Cybercriminals Target Linux-based Systems with Ransomware Attacks
As the most common cloud operating system, Linux is a core part of digital infrastructure and is quickly becoming an attacker’s ticket into a multi-cloud environment. Current malware countermeasures are mostly focused on addressing Windows-based threats, leaving many public and private cloud deployments vulnerable to attacks that target Linux-based workloads.
VMware has released a threat report titled “Exposing Malware in Linux-Based Multi-Cloud Environments.” Key findings that detail how cybercriminals are using malware to target Linux-based operating systems include:
- Ransomware is evolving to target host images used to spin workloads in virtualized environments;
- 89 percent of cryptojacking attacks use XMRig-related libraries; and
- More than half of Cobalt Strike users may be cybercriminals, or at least using Cobalt Strike illicitly.
“Cybercriminals are dramatically expanding their scope and adding malware that targets Linux-based operating systems to their attack toolkit in order to maximize their impact with as little effort as possible,” said Giovanni Vigna, senior director of threat intelligence at VMware. “Rather than infecting an endpoint and then navigating to a higher value target, cybercriminals have discovered that compromising a single server can deliver the massive payoff and access they’re looking for. Attackers view both public and private clouds as high-value targets due to the access they provide to critical infrastructure services and confidential data. Unfortunately, current malware countermeasures are mostly focused on addressing Windows-based threats, leaving many public and private cloud deployments vulnerable to attacks on Linux-based operating systems.”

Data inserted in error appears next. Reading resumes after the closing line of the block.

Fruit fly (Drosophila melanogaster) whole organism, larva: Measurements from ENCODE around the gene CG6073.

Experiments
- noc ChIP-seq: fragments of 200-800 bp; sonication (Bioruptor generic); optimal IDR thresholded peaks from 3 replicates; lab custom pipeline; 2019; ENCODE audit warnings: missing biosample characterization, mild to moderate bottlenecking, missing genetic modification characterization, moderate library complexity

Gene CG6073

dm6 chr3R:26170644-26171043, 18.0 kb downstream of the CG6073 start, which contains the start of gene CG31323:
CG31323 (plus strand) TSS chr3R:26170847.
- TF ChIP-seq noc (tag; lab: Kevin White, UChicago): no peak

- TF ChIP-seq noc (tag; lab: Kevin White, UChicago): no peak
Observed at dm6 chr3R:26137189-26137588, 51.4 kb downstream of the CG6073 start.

As malware targeting Linux-based operating systems increases in both volume and complexity amid a rapidly changing threat landscape, organizations must place a greater priority on threat detection.
In this report, the VMware Threat Analysis Unit (TAU) analyzed the threats to Linux-based operating systems in multi-cloud environments: ransomware, cryptominers, and remote access tools.